Along with the Mongolia research expedition, Zillman Professorship funds also supported a one-day field trip of 25 Environmental Science and Sustainability and Biology students and faculty to the Deboullie Lakes Ecological Reserve in October 2015. UMPI science faculty members Dr. Judith Roe, Dr. Larry Feinstein, Dr. Chunzeng Wang, and Putnam introduced students and colleagues to their particular research in the reserve, land that was set aside by the state for just that purpose.
For the 2016-2017 research year, tentative plans are underway for a return to Mongolia in the summer of 2016 involving another UMPI Environmental Science and Sustainability student, Nate Norris. Additionally, Zillman Professorship funding will help support UMPI Environmental Science and Sustainability student, Gannon Pratt, on collaborative field research involving wood turtle populations in northern Maine with the Maine Department of Inland Fisheries and Wildlife. This project will include radio-tracking of tagged turtles using equipment purchased with funds from the voter approved “STEM bond,” which provided the University with $1.2 million to update research and teaching labs and purchase new research equipment.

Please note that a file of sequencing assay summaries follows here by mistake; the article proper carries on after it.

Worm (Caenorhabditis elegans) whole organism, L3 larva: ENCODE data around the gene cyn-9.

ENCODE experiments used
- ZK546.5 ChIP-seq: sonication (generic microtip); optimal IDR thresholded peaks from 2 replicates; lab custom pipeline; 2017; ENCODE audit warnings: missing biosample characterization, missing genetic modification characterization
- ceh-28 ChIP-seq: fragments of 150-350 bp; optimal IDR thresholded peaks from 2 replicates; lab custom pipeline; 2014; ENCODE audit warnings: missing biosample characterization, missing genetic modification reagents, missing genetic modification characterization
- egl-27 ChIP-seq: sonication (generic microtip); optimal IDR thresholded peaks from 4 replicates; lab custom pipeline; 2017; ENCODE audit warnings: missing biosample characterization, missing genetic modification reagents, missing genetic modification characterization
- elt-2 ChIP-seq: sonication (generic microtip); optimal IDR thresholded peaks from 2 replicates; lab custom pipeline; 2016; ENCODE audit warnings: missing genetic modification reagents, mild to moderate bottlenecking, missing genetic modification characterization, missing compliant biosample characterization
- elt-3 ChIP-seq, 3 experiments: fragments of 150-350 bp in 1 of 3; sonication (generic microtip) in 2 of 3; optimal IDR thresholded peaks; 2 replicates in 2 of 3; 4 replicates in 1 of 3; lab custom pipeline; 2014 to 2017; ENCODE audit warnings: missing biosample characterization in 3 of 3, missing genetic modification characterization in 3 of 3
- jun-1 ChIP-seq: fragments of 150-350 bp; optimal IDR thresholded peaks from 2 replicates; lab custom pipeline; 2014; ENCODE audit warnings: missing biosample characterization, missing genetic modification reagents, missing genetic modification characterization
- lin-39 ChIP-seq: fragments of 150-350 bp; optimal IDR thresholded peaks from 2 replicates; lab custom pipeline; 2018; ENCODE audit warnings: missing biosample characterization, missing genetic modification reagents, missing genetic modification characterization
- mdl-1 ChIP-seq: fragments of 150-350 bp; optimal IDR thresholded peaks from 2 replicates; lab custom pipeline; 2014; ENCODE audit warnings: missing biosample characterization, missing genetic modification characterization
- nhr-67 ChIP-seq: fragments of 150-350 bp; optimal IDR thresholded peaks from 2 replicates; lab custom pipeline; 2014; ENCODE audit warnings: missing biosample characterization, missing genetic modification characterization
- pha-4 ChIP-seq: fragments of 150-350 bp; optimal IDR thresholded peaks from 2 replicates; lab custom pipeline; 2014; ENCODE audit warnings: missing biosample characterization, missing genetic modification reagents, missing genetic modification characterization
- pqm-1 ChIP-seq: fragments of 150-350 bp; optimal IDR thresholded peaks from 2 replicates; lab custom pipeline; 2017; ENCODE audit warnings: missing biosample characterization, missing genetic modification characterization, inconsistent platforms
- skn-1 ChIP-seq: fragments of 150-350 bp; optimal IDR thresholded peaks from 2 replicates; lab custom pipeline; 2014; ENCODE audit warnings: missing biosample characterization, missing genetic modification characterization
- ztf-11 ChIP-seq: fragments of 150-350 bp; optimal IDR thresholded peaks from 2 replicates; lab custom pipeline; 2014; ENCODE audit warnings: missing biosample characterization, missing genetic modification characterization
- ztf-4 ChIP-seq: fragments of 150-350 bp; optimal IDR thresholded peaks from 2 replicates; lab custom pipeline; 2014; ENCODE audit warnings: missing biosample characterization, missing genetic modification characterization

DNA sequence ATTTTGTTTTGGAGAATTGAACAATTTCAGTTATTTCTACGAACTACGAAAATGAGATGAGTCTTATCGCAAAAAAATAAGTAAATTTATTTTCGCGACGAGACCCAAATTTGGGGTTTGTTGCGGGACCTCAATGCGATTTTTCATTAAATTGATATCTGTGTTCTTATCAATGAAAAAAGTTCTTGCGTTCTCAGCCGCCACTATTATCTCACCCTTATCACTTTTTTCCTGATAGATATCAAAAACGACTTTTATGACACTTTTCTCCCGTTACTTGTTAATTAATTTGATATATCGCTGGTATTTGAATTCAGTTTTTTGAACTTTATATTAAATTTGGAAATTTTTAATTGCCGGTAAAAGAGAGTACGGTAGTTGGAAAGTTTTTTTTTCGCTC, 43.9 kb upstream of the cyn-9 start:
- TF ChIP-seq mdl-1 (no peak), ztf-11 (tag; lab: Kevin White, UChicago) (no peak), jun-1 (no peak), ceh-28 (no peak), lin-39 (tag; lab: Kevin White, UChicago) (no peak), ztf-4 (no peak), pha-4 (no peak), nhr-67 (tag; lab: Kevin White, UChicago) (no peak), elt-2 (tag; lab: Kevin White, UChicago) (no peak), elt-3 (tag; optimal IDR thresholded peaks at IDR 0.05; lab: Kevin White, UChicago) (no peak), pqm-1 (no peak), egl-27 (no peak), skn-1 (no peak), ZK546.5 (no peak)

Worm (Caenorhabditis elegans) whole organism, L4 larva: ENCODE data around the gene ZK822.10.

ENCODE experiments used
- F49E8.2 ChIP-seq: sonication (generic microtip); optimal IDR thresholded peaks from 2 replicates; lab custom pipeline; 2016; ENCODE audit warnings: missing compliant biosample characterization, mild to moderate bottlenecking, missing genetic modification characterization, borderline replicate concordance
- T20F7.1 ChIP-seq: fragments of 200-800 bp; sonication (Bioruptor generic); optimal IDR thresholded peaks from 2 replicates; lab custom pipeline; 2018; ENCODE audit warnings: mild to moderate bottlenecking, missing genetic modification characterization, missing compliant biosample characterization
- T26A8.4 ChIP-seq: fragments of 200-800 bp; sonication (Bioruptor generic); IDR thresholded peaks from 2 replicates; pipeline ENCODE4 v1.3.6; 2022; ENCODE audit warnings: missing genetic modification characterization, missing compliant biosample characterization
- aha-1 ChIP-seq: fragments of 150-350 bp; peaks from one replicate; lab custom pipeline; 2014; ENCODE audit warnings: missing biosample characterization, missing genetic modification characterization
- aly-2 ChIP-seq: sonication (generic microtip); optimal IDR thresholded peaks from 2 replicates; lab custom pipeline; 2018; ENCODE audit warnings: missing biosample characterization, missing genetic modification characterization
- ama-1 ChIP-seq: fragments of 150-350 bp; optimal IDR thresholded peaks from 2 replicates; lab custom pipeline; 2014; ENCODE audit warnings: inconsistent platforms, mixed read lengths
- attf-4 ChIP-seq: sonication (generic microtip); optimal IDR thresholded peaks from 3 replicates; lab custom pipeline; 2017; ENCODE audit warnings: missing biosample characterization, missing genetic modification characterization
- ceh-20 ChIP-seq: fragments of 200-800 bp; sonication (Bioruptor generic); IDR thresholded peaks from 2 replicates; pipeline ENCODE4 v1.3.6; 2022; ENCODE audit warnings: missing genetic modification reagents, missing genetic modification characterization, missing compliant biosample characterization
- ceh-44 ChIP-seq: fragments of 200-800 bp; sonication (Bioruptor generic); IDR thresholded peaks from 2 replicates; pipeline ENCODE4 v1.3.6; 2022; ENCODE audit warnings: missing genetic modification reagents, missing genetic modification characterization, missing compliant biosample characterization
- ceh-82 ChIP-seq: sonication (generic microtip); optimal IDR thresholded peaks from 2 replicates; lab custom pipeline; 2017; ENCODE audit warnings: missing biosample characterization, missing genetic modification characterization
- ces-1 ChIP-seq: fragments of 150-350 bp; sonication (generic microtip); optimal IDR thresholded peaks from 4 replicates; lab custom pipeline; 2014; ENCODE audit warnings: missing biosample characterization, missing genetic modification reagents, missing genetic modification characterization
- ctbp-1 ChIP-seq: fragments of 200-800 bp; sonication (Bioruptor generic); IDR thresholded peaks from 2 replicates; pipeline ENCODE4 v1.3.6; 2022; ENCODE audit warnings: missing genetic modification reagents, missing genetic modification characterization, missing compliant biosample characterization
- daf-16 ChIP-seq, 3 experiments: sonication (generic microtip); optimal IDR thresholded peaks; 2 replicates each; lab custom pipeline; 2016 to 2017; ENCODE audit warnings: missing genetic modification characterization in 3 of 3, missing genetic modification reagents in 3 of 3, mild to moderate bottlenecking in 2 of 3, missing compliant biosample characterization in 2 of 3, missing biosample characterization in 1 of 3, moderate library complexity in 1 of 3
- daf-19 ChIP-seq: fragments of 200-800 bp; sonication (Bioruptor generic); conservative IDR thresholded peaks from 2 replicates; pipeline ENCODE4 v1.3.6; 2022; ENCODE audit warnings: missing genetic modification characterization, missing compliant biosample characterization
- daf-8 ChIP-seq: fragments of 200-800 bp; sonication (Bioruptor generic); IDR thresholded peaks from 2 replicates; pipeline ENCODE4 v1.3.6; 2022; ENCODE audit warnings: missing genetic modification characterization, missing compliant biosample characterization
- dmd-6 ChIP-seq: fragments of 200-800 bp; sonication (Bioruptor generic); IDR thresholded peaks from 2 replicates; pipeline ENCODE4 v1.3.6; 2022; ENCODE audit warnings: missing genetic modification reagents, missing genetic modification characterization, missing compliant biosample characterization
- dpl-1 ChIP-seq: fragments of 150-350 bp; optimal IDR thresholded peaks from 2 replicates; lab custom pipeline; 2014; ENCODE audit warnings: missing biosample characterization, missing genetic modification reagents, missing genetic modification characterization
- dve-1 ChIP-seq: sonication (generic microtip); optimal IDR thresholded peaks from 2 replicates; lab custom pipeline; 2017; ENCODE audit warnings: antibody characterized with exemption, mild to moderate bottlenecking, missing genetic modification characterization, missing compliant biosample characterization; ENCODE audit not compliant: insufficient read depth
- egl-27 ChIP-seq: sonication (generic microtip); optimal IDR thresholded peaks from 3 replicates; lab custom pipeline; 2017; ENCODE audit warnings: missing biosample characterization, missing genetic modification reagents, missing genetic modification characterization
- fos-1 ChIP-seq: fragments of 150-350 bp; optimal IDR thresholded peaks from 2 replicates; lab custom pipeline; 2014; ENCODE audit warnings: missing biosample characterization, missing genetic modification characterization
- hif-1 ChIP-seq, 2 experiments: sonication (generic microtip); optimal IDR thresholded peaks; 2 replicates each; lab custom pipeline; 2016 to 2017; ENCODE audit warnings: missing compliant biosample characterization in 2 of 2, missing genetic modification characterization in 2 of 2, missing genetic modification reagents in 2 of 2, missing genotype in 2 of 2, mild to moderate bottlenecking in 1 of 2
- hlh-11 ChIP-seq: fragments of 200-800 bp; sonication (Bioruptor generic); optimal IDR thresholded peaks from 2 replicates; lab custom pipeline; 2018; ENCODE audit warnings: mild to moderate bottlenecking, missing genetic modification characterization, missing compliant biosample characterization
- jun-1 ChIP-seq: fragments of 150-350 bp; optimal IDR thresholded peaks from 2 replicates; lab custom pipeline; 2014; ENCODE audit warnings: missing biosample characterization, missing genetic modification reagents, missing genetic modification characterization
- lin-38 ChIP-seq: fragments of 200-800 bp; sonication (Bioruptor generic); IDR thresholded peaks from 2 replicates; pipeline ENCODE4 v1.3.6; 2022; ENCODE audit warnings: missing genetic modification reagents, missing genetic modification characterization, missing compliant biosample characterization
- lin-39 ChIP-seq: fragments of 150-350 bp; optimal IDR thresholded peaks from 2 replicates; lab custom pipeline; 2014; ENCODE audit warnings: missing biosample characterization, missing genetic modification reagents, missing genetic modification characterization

“I was honored to receive the Zillman Professorship and ecstatic that it would support UMPI student participation in cutting edge field research in far flung regions of our planet,” Putnam said. “The students may or may not pursue this as a career, but it provides a global education beyond compare. One can’t truly learn about the world from a classroom, it must be experienced.”